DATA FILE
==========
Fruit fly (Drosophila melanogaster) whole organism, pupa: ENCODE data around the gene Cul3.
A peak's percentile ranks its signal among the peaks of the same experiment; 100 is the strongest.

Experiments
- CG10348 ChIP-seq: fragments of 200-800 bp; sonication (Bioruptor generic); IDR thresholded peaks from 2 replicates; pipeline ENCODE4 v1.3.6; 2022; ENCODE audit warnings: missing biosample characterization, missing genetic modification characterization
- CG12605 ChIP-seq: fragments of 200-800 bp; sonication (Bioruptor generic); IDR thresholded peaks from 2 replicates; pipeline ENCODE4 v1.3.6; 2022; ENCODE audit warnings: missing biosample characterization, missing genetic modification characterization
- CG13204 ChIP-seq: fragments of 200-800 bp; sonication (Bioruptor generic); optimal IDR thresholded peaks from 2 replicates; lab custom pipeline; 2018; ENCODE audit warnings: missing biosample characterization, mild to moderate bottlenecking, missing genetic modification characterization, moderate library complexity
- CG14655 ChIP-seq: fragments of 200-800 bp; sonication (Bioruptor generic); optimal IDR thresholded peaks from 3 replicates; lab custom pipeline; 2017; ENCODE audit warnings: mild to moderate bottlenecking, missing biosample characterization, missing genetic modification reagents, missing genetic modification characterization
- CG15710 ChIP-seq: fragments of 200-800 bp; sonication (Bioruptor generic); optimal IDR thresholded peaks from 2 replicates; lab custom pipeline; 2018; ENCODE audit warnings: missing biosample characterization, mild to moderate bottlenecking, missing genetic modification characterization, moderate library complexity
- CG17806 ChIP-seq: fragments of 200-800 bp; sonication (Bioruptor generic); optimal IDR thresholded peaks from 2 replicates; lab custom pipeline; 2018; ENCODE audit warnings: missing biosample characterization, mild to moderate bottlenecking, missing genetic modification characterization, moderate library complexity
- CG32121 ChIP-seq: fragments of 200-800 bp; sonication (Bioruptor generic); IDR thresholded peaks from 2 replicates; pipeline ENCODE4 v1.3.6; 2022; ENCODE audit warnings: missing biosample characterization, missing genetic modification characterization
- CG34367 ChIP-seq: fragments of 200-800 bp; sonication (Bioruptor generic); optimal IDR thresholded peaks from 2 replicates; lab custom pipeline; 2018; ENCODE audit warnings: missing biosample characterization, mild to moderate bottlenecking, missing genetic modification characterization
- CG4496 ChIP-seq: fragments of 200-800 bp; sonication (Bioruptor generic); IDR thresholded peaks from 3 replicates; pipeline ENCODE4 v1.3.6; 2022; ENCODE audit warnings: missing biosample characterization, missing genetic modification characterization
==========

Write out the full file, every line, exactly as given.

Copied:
Fruit fly (Drosophila melanogaster) whole organism, pupa: ENCODE data around the gene Cul3.
A peak's percentile ranks its signal among the peaks of the same experiment; 100 is the strongest.

Experiments
- CG10348 ChIP-seq: fragments of 200-800 bp; sonication (Bioruptor generic); IDR thresholded peaks from 2 replicates; pipeline ENCODE4 v1.3.6; 2022; ENCODE audit warnings: missing biosample characterization, missing genetic modification characterization
- CG12605 ChIP-seq: fragments of 200-800 bp; sonication (Bioruptor generic); IDR thresholded peaks from 2 replicates; pipeline ENCODE4 v1.3.6; 2022; ENCODE audit warnings: missing biosample characterization, missing genetic modification characterization
- CG13204 ChIP-seq: fragments of 200-800 bp; sonication (Bioruptor generic); optimal IDR thresholded peaks from 2 replicates; lab custom pipeline; 2018; ENCODE audit warnings: missing biosample characterization, mild to moderate bottlenecking, missing genetic modification characterization, moderate library complexity
- CG14655 ChIP-seq: fragments of 200-800 bp; sonication (Bioruptor generic); optimal IDR thresholded peaks from 3 replicates; lab custom pipeline; 2017; ENCODE audit warnings: mild to moderate bottlenecking, missing biosample characterization, missing genetic modification reagents, missing genetic modification characterization
- CG15710 ChIP-seq: fragments of 200-800 bp; sonication (Bioruptor generic); optimal IDR thresholded peaks from 2 replicates; lab custom pipeline; 2018; ENCODE audit warnings: missing biosample characterization, mild to moderate bottlenecking, missing genetic modification characterization, moderate library complexity
- CG17806 ChIP-seq: fragments of 200-800 bp; sonication (Bioruptor generic); optimal IDR thresholded peaks from 2 replicates; lab custom pipeline; 2018; ENCODE audit warnings: missing biosample characterization, mild to moderate bottlenecking, missing genetic modification characterization, moderate library complexity
- CG32121 ChIP-seq: fragments of 200-800 bp; sonication (Bioruptor generic); IDR thresholded peaks from 2 replicates; pipeline ENCODE4 v1.3.6; 2022; ENCODE audit warnings: missing biosample characterization, missing genetic modification characterization
- CG34367 ChIP-seq: fragments of 200-800 bp; sonication (Bioruptor generic); optimal IDR thresholded peaks from 2 replicates; lab custom pipeline; 2018; ENCODE audit warnings: missing biosample characterization, mild to moderate bottlenecking, missing genetic modification characterization
- CG4496 ChIP-seq: fragments of 200-800 bp; sonication (Bioruptor generic); IDR thresholded peaks from 3 replicates; pipeline ENCODE4 v1.3.6; 2022; ENCODE audit warnings: missing biosample characterization, missing genetic modification characterization